Procurement is a domain filled with practitioners who are experts in managing costs, risks & optimizing ROI.
So… let’s ask a question that any procurement professional reading this article would ask themselves; what can poor UX cost for your procurement team?
“Studies have repeatedly shown that most employees are not at their desk 50–60% of the time during work hours, which means employees are mobile more frequently than not. With so much riding on digital experiences, it’s safe to say that the workplace deserves better UX” (oakwood.com 2017).
Poor user-experiences can make for inefficient work. Ineffective work equals FTE losses. You can do the math.
Efficiency costs are one thing, but bad business solutions can also impact your team’s cohesiveness, morale, focus, productivity & cross-functional collaboration.
Data: Changing Procurement as we know it. [eBook] - Kodiak Rating
Data-driven operations & strategy is becoming a new standard in industries at large, but are procurement & sourcing…
Don’t just trust my word. Let’s look at the numbers. A study by Momentum Design Lab found the following:
- 5-15% of IT development projects will be abandoned before, or shortly after delivery due to poor usability. This amounts to $150 billion lost.
- 45% of users give up if registration, entry or onboarding to a tool is too difficult.
- In 2013, Avon pulled the plug on a $125 million software overhaul, after a pilot of the system in Canada revealed that iPad rollout was too difficult to use, and many sales reps began to quit the company. (Momentum Design Lab).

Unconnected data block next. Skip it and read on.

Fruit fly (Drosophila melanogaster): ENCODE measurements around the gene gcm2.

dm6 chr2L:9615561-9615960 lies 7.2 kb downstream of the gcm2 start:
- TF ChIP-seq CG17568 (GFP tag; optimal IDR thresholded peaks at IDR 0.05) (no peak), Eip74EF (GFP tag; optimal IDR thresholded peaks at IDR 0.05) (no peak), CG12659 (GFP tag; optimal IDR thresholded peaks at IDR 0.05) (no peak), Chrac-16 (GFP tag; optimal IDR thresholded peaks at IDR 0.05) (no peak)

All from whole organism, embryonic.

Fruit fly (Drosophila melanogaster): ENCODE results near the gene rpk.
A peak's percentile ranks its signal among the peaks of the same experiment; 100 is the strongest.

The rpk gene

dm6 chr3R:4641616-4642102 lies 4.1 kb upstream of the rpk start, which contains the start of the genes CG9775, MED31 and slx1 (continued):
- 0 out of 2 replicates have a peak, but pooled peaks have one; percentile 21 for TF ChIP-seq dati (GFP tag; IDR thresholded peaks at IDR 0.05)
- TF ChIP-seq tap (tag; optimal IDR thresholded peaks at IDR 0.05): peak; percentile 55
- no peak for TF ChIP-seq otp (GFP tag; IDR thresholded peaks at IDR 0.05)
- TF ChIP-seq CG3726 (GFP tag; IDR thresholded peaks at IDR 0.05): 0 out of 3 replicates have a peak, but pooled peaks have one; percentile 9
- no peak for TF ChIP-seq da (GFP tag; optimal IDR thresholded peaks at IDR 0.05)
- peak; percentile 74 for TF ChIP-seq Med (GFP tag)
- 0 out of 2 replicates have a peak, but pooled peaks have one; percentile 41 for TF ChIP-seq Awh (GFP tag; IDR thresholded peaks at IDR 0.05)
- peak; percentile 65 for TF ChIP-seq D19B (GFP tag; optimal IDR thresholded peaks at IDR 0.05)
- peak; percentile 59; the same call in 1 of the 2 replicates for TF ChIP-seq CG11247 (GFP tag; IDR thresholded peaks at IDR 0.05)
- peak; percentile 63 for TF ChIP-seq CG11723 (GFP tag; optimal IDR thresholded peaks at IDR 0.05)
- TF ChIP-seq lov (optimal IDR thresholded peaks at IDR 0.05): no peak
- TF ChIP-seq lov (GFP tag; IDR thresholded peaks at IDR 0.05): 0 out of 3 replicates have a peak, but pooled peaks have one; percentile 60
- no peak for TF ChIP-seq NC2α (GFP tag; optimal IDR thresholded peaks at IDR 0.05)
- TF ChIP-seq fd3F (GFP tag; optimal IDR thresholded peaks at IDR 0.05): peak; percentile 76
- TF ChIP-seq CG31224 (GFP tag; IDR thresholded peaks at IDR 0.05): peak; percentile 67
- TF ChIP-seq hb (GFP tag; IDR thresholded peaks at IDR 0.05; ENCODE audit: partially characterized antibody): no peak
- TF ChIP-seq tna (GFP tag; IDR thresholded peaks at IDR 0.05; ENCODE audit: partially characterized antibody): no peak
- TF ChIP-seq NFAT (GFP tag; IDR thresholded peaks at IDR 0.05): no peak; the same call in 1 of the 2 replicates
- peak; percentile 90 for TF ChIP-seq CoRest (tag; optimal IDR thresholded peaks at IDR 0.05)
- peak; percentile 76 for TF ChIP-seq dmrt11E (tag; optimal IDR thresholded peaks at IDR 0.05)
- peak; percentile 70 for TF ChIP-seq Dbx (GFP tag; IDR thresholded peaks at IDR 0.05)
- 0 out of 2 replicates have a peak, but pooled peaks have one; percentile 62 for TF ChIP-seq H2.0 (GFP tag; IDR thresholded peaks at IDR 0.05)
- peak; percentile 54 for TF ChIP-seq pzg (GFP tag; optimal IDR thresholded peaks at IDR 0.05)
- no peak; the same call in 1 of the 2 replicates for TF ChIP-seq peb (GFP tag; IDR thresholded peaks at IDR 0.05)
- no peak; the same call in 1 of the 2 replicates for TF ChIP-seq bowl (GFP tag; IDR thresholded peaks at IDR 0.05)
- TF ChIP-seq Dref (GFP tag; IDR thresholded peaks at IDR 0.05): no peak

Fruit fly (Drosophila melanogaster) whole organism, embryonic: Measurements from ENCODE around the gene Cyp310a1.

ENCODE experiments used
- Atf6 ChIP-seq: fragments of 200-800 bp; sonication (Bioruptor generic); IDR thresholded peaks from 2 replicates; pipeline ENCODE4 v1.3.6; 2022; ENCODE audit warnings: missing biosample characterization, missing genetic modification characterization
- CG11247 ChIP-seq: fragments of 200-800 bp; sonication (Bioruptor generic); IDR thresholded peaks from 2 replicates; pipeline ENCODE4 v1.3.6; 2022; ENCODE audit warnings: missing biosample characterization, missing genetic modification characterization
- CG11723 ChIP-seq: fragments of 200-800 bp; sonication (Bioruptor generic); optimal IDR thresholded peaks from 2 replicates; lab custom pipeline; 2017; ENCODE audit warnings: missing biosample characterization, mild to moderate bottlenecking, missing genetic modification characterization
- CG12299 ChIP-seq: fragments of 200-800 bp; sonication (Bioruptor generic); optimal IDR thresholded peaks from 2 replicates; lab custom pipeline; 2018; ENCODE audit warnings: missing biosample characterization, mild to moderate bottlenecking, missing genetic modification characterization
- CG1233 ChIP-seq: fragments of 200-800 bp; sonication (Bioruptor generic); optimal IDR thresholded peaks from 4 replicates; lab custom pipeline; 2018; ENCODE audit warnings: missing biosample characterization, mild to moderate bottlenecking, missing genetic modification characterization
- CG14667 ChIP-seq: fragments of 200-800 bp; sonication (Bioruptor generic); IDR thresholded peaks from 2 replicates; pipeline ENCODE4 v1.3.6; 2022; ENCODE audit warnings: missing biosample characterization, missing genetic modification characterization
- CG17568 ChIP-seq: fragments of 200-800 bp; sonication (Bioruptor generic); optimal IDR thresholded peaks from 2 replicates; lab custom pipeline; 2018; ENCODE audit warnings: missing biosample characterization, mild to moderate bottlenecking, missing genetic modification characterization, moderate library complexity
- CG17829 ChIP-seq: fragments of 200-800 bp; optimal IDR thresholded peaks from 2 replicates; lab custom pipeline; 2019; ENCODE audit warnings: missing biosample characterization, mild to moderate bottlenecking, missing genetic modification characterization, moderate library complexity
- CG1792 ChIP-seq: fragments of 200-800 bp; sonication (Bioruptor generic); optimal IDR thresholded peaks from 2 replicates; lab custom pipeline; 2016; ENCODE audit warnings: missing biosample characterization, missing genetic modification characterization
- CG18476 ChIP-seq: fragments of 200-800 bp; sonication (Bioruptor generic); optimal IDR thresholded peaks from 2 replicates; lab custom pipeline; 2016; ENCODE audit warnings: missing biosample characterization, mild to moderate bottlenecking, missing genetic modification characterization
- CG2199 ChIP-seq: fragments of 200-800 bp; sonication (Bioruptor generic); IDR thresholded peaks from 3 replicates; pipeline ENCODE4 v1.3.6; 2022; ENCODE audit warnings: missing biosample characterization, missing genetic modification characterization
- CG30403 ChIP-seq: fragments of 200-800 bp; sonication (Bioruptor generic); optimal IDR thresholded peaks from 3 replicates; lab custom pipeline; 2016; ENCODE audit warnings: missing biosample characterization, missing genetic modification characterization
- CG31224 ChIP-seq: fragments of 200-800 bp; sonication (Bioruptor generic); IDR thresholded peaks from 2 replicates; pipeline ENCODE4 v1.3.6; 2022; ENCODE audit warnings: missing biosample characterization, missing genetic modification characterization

While a misplaced button, messy user interface, or complex workflow may not seem like anything more than a bit of frustration or a wasted 15 minutes when it occurs, that time and frustration can add up.
Remember we’re the users; it’s ok to require solutions that have a user-centered focus.
How UI/UX & ease-of-use play into the decision making process
As Tom Petty famously sang in his hit Learning to Fly from 1991, “What goes up, must come down”.
While poor UX/UI can come w/ challenges and consequential costs, procurement solutions that embody smooth User-Experiences and sleek User-Interfaces pose massive gains for the function, and recent trends suggest it’s starting to play a big role in the purchasing decisions of digital work tools.
WBR Insights & Mintec surveyed 200 procurement executives from Europe, and North America, and found that UX/UI was a red thread as the top selection criteria when choosing modern digital procurement solutions (seen in Graphic below).
As seen here, the third priority and selection criteria are to purchase solutions that require minimal, or no, customization. Less customization means easier time-to-adoption. The faster an implementation project can reach it’s commencement, the less IT resources are required, and the quicker value is delivered to the procurement team and, inherently, the business.
Complex and/or heavily customizable solutions have had their day, but are quickly reaching their expiry. Procurement teams are getting lean, and they want to adopt ProcureTech that remains nimble, whilst solving complex challenges.
Is your procurement team focusing on UX/UI & ease-of-use, as selection criteria in digital procurement solution evaluations, tenders, or purchases?